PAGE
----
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Wealthy Would Benefit Most From GOP Tax Cut

Nearly 20 Percent Of Tax Cut Would Go To People Making At Least $1M A Year

Wisconsin state Capitol
Scott Bauer/AP Photo

A new report shows Wisconsin’s wealthiest residents would benefit the most from the flat tax proposed by Assembly Republicans, with nearly a fifth of the tax cut going to people who make at least $1 million a year.

The analysis by the legislature’s nonpartisan budget office shows that once the plan is fully phased in, people who earn $1 million or more a year would receive roughly 19 percent of the tax cut, even though they’d make up just 0.2 percent of all income tax filers in Wisconsin. Their average tax cut would be about $79,000 by 2029, a reduction of nearly 49 percent.

The proposal by Rep. Dale Kooyenga, R-Brookfield, would phase out Wisconsin’s progressive income tax, where wealthier filers pay more. It would replace it with a flat tax of about 3.95 percent for everyone, regardless of how much they earn.

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That’s why wealthier residents would benefit the most under the proposal. Right now, someone who earns $253,760 or more in Wisconsin pays a tax rate of 7.65 percent, meaning the Assembly Republican plan would cut their tax rate by almost half.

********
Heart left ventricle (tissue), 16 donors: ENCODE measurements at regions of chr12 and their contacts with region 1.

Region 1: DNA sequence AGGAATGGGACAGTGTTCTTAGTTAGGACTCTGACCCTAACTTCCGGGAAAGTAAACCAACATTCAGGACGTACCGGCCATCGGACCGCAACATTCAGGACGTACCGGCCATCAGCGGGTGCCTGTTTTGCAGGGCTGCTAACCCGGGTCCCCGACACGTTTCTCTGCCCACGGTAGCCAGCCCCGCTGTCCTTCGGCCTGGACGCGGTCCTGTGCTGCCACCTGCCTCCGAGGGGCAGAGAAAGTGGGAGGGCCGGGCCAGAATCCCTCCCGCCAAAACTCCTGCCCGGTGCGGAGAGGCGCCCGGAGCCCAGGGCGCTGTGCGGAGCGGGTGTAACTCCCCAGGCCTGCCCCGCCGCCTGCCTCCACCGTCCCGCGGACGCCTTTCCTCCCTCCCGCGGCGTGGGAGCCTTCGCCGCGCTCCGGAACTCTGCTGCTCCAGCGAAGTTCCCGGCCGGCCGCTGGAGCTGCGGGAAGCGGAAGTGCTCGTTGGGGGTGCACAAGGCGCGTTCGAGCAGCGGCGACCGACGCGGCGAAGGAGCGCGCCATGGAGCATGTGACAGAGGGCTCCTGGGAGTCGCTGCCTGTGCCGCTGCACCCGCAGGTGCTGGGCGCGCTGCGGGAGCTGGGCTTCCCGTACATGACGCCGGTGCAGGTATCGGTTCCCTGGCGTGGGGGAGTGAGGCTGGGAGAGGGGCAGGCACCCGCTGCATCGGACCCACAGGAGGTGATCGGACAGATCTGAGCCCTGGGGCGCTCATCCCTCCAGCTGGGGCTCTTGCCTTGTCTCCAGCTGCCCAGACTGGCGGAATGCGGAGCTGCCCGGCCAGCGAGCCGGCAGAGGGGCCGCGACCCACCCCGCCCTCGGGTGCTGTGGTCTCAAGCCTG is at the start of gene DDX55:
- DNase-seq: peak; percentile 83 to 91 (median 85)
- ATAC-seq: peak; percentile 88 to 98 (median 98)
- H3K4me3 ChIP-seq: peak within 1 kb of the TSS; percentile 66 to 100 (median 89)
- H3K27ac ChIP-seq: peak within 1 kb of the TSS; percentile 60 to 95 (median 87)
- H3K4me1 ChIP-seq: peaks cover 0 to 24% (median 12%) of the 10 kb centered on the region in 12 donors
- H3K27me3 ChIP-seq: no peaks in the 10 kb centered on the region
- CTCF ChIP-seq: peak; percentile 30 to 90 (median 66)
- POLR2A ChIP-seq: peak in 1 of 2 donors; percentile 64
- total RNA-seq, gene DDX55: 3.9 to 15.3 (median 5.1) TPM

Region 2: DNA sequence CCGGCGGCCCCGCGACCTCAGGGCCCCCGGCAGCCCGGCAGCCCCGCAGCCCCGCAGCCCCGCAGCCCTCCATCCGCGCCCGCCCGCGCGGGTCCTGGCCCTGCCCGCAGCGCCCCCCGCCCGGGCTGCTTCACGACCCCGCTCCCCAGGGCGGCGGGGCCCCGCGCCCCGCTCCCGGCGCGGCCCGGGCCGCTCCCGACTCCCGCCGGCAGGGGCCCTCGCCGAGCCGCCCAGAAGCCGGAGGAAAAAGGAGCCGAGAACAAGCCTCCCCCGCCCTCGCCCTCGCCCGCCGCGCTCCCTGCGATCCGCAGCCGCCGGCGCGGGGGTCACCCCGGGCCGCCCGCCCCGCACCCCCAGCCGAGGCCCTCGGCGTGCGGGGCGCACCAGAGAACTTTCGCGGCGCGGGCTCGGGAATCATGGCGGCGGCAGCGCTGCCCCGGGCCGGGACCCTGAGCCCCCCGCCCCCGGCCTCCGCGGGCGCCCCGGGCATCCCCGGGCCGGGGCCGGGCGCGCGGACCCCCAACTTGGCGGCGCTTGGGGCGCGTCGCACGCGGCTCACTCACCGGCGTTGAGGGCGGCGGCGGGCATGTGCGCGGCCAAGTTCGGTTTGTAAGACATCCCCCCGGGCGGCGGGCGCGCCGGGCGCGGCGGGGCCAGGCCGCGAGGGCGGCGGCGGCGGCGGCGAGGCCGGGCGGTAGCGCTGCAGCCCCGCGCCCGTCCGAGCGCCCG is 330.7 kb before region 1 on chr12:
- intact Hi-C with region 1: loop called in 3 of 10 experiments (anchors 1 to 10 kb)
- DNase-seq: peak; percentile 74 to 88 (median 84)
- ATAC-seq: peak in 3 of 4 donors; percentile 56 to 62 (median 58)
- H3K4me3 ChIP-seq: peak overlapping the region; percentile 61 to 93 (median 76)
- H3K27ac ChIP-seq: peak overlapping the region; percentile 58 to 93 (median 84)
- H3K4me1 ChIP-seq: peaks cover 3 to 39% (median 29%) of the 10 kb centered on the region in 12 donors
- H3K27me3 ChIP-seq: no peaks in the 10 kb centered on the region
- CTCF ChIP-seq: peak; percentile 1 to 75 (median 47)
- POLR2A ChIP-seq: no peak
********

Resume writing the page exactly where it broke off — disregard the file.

Once it’s fully operational, the income tax cut would reduce revenues to the state by almost $2.8 billion per year. People who make $1 million or more per year would account for $519 million of that reduction.

Looked at more broadly, people who earn $300,000 or more would see an overall tax cut of more than $1 billion per year, or nearly 37 percent of the total.

While Kooyenga’s plan would cut taxes for more than 1.9 million filers by 2029, a smaller number of people would see their taxes go up. That’s because the plan would also eliminate a variety of tax credits to simplify the tax code, including the working families credit, the married couple credit and a tax credit for property taxpayers and renters.

According to the Legislative Fiscal Bureau, about 340,000 people would see a tax increase under the GOP plan by 2029. The vast majority of them — roughly 86 percent — would be people who earn $40,000 per year or less.